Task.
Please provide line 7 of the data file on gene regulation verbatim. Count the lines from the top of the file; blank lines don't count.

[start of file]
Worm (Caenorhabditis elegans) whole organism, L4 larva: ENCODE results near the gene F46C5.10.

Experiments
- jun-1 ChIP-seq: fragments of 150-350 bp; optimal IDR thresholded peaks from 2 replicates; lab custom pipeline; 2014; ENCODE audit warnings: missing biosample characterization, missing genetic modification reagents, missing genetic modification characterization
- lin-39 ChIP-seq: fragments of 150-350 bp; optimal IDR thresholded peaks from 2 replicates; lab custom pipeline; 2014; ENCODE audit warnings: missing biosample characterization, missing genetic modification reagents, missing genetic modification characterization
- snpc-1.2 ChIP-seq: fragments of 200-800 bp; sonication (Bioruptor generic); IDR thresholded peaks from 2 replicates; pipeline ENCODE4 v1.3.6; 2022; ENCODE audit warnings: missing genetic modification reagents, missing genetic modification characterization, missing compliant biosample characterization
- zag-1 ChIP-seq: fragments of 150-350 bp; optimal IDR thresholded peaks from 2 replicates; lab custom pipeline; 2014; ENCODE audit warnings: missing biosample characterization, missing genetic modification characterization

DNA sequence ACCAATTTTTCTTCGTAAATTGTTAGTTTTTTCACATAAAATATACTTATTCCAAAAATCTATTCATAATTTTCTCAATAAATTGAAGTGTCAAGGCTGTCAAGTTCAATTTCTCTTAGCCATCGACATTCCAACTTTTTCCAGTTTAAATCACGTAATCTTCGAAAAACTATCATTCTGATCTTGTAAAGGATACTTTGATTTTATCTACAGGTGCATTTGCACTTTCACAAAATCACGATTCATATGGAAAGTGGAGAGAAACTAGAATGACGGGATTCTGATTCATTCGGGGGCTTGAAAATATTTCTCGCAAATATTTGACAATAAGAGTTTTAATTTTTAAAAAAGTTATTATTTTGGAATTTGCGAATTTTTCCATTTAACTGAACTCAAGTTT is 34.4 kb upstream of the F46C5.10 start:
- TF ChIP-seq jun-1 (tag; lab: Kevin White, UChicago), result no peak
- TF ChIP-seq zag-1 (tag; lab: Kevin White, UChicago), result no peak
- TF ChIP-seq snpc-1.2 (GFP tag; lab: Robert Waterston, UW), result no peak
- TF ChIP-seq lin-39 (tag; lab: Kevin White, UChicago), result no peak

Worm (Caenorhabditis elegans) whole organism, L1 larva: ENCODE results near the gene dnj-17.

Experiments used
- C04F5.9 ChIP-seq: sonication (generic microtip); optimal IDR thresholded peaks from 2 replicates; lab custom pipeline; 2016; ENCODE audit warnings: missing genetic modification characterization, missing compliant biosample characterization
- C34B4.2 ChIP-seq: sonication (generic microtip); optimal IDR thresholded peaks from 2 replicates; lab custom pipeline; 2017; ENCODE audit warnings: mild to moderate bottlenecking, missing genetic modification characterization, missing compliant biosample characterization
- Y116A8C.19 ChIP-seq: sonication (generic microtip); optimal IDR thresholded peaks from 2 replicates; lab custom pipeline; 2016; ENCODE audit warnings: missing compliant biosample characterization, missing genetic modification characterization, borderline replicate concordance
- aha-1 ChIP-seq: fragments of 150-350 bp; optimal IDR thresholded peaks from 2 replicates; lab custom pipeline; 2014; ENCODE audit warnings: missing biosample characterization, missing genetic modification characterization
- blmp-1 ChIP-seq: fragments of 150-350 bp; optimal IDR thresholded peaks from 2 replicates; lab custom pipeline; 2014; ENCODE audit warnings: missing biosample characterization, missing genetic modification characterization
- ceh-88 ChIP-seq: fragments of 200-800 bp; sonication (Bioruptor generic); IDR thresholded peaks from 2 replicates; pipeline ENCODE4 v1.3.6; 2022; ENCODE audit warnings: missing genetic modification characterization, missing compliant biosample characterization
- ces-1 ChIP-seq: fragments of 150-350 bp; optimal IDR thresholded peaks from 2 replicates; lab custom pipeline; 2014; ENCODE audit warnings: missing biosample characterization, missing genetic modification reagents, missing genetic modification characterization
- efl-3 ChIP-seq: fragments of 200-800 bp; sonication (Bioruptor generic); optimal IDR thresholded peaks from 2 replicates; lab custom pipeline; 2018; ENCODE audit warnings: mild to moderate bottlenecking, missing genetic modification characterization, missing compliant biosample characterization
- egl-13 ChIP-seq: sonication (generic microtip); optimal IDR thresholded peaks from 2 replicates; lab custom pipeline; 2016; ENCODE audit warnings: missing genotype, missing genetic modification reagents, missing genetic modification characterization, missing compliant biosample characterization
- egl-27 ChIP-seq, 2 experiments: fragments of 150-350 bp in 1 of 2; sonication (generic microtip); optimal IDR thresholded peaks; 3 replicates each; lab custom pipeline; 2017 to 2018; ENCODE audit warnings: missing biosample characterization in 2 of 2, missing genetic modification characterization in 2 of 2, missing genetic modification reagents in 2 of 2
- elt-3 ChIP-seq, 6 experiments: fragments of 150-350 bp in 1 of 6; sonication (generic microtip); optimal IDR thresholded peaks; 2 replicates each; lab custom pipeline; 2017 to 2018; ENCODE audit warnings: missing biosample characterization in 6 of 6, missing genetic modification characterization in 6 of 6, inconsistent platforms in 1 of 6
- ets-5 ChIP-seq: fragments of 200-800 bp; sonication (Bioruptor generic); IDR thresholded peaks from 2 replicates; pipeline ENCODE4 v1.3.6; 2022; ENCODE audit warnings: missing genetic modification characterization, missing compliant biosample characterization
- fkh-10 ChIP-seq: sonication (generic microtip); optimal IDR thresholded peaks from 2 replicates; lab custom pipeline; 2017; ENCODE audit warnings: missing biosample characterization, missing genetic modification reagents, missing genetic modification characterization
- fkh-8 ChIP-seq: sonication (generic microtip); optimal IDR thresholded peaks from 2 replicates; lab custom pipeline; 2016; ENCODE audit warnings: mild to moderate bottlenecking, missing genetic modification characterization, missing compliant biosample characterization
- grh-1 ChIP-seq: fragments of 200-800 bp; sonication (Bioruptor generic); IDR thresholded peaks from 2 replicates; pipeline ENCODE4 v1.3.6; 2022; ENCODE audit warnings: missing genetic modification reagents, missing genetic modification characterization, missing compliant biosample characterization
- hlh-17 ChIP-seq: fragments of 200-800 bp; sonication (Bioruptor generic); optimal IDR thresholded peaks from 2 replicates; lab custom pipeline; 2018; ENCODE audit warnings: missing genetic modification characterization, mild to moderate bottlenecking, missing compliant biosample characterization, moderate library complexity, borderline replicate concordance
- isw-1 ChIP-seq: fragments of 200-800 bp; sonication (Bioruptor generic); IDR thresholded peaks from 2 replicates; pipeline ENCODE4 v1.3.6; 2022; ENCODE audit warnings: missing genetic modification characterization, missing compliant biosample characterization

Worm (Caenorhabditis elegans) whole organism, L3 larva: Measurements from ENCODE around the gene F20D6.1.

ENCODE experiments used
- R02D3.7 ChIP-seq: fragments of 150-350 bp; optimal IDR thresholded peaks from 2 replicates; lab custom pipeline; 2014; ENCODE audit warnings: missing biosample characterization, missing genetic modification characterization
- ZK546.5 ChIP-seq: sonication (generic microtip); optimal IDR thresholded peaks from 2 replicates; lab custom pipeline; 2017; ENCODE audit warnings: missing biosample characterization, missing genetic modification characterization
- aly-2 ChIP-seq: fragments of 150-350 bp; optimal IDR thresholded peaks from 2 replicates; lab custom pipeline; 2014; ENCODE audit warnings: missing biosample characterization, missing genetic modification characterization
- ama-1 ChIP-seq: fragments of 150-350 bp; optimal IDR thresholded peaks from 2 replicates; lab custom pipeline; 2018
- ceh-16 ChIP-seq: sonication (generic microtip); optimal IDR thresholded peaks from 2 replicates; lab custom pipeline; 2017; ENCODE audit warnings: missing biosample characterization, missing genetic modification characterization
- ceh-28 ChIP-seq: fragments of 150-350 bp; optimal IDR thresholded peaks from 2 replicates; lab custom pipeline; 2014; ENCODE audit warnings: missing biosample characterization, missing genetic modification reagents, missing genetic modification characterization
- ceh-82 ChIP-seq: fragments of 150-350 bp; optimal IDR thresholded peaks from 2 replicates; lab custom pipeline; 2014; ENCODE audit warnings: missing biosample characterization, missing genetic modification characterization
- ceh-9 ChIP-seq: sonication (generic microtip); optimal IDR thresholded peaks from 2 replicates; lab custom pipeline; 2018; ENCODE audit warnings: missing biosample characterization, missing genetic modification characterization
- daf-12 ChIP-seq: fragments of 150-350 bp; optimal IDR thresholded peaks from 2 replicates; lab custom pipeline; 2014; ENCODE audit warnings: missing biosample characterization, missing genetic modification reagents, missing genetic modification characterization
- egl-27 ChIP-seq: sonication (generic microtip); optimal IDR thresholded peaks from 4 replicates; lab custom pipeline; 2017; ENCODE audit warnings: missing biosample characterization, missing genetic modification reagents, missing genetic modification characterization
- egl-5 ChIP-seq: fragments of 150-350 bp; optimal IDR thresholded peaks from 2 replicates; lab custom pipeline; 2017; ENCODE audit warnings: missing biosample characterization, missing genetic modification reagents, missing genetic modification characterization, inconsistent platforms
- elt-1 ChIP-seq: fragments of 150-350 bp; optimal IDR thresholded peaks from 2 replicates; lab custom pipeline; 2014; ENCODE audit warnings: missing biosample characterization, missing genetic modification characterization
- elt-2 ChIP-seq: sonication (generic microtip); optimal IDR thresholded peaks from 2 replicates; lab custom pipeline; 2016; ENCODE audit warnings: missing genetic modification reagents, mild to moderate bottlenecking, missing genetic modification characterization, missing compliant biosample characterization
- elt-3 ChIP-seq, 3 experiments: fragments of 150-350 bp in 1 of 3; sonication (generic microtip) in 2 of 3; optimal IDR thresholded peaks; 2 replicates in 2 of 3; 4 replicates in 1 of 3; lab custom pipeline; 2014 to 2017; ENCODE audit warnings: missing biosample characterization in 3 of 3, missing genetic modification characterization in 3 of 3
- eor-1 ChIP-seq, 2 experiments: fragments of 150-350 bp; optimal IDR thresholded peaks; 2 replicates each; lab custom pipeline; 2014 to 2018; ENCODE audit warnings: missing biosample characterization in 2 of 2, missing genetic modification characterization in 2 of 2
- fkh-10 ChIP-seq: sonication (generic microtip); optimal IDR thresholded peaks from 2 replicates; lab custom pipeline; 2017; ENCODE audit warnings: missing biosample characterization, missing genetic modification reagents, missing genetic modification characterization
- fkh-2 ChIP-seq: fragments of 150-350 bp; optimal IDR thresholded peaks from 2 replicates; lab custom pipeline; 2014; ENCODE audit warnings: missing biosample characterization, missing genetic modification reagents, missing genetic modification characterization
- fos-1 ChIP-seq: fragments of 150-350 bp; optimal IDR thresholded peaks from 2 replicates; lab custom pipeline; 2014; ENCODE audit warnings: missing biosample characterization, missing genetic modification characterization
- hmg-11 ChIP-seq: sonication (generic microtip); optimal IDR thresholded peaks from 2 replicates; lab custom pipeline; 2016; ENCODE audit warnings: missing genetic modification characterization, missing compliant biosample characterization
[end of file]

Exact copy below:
DNA sequence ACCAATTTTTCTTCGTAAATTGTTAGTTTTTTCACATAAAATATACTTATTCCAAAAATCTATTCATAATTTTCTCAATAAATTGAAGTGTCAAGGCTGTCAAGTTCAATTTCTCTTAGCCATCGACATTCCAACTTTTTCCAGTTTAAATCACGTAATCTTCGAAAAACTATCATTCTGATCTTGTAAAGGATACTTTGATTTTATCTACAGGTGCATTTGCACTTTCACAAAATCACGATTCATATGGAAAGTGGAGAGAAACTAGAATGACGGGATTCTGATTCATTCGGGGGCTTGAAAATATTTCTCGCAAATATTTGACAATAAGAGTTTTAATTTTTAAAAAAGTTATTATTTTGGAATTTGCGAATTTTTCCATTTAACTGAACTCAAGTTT is 34.4 kb upstream of the F46C5.10 start: